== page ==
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The State of Restaurant Criticism in the Age of Half-Stars

A Yeti makes a list


Tangerine, goat cheese, hazelnuts, and chicories come together in Jsix’s rainbow beet terrine.

Oh, wow. You must be the last critic in town,” said the young woman from the online review site. She cast me a sweet look, as though she’d encountered an arthritic Yeti churning butter in a thatched domicile. I liked her. She had the go-getting moxie of the freshly converted—unwaveringly assured her way was the future. Confidence smells nice.

The doors of restaurant criticism flung open years ago, and the once-elitist conversation spilled into the quad. As it should. In all cases except maybe presidential elections, popular vote matters. San Diego Magazine opens the “Best Restaurants” issue ballots every year.

As for us Yetis, it’s been a long time since the New York Times’ Craig Claiborne turned restaurant criticism into a serious, star-giving arena for writers to earn a living. At their best, restaurants are living, breathing stories about culture, community, vice, ritual, history, religion, eco-politics, agriculture, economics, and sensory stimulation. And at their equal best, restaurant critics like Jonathan Gold, Ruth Reichl, and Robert Sietsema are highly informative, entertaining, insightful interpreters of those stories.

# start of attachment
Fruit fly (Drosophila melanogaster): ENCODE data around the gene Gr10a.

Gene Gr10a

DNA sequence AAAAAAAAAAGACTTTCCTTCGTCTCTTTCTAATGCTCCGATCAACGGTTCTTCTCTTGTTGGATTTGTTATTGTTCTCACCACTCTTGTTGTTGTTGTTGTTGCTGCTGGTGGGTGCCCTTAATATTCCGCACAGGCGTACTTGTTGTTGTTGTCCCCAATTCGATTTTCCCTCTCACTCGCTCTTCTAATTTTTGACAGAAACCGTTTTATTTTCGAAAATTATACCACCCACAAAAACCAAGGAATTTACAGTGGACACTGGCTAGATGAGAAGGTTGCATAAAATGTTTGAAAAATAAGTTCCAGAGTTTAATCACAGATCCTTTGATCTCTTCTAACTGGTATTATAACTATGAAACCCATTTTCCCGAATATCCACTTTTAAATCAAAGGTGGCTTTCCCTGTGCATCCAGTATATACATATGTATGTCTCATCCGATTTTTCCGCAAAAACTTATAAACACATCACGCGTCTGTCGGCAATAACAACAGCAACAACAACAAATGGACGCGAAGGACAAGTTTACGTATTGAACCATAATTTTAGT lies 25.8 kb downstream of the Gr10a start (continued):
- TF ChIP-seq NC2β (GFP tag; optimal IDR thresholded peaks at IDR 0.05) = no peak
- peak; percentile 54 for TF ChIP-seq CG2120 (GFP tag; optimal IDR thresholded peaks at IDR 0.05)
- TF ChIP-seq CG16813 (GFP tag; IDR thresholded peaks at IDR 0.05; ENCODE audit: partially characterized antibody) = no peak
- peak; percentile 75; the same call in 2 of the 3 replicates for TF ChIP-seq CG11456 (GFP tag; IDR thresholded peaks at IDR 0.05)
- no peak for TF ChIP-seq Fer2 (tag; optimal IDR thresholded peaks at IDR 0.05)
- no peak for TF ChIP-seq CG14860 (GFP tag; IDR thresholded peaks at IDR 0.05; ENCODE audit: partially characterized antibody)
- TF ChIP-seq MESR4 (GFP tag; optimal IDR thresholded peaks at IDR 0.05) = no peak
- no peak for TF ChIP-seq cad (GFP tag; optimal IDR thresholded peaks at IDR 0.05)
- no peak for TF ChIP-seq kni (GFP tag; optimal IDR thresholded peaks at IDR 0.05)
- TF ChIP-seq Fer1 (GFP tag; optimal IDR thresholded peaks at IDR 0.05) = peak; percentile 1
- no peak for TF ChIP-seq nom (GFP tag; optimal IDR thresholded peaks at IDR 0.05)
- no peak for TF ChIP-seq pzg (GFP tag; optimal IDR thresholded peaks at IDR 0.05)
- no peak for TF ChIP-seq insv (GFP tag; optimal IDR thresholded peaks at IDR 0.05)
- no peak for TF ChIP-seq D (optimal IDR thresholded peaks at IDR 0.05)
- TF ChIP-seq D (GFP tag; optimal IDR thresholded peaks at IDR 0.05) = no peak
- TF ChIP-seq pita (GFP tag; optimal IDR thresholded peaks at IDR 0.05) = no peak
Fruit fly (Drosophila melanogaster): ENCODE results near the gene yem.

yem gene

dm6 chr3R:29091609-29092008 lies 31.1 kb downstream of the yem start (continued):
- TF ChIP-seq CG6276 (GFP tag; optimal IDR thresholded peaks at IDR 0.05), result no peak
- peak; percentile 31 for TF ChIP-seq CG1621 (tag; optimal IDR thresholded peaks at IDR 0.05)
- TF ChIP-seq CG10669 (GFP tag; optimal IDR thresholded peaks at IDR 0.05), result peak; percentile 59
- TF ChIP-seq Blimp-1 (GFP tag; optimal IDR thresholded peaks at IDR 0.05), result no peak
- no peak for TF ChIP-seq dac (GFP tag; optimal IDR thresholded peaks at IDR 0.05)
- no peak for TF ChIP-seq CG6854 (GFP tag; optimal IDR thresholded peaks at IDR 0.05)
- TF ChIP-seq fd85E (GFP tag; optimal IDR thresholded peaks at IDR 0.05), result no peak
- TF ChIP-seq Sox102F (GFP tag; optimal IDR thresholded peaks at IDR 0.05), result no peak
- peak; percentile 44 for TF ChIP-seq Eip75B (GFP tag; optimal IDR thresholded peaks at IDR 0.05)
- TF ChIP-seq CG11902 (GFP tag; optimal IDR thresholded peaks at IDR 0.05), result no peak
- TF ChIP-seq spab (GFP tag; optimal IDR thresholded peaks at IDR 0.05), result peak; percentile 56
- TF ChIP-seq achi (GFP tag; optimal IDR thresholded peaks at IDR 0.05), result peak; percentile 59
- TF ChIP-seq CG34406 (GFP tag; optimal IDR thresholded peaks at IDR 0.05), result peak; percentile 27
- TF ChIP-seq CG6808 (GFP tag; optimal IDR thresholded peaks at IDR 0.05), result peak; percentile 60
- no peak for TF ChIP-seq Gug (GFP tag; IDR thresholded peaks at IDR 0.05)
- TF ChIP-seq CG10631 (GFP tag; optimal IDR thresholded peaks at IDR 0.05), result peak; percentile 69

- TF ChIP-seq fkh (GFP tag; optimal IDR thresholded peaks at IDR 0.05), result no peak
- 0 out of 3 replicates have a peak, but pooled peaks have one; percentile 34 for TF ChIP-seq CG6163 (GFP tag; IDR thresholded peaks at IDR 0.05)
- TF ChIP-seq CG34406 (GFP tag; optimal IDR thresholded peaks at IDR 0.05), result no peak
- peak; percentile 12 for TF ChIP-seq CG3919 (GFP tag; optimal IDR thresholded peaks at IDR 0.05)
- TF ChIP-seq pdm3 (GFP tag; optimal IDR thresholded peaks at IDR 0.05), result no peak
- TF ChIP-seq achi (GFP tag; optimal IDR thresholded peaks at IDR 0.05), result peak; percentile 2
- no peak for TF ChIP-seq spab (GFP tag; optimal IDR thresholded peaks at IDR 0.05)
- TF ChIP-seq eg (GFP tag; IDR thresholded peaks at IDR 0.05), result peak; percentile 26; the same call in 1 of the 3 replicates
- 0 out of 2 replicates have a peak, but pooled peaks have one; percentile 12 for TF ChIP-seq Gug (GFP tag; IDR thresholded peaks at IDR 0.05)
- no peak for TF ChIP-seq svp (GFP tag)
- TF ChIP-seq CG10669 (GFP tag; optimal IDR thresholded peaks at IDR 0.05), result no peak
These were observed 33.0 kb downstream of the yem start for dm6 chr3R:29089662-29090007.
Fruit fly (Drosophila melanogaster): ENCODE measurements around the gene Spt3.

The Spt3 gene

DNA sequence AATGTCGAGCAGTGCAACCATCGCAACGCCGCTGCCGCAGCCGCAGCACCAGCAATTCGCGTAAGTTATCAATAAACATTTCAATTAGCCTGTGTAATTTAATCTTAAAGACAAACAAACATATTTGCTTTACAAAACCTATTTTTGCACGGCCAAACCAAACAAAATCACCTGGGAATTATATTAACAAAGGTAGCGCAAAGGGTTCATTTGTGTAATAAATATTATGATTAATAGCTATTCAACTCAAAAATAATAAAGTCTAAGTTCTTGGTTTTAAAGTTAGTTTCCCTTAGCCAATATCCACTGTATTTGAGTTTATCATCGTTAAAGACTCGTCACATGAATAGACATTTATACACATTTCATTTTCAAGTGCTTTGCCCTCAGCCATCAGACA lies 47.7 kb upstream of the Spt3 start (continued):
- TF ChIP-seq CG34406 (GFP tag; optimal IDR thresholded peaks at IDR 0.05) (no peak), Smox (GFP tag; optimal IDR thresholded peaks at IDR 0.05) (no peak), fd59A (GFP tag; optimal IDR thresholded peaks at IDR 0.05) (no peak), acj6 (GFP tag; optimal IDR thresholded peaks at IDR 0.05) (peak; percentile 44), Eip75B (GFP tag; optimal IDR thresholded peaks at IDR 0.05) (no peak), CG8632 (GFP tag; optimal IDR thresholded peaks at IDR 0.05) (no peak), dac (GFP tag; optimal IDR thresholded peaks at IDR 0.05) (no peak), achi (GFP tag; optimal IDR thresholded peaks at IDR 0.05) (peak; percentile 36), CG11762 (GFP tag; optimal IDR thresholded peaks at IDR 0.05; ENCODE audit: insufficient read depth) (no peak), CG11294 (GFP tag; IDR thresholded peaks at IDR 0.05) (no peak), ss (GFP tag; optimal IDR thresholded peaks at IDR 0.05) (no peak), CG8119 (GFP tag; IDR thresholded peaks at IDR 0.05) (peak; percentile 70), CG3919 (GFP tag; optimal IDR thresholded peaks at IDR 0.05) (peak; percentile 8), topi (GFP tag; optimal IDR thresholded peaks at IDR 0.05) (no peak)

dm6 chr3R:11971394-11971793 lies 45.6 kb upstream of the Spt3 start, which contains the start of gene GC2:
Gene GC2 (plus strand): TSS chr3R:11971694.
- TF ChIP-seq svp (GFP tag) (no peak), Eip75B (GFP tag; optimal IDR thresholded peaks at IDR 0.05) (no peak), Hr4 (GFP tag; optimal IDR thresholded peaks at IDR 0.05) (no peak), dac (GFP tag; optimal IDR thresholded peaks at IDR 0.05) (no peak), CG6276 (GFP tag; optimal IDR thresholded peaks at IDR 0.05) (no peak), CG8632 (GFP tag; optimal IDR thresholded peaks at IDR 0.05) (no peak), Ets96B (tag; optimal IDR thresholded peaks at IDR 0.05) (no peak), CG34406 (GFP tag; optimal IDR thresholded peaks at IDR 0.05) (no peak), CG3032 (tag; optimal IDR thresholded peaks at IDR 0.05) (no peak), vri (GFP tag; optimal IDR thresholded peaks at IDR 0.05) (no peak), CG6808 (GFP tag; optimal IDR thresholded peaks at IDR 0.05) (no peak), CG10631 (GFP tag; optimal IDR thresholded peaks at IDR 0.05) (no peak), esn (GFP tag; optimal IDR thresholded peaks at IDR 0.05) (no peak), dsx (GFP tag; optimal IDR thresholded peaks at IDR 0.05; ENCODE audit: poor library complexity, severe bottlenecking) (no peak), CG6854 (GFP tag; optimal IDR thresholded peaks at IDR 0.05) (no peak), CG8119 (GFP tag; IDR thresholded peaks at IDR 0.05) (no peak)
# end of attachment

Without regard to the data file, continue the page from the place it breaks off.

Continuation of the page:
Despite Claiborne’s intent to elevate the conversation surrounding restaurant and food culture, too often it devolves into a snooty assignation of worth, full of pretentious windbags using language as a fraternity paddle on the vulnerable backsides of hard-working restaurant owners.

That’s not what thoughtful criticism was ever meant to be. We’re not doctors analyzing X-rays and announcing life expectancy to a crowd of schadenfreuders. We’re storytellers who live in restaurant culture.

So take our annual “Best Restaurants” list as it’s intended—not as an exclusionary exercise or a greater-than decree that delegitimizes restaurants that aren’t here. Some of my favorite places aren’t here, simply due to the musical-chairs nature of list making. Rather, look at it as a documentation of where I’ve found joy over the last year. A recollection, publicly shared.

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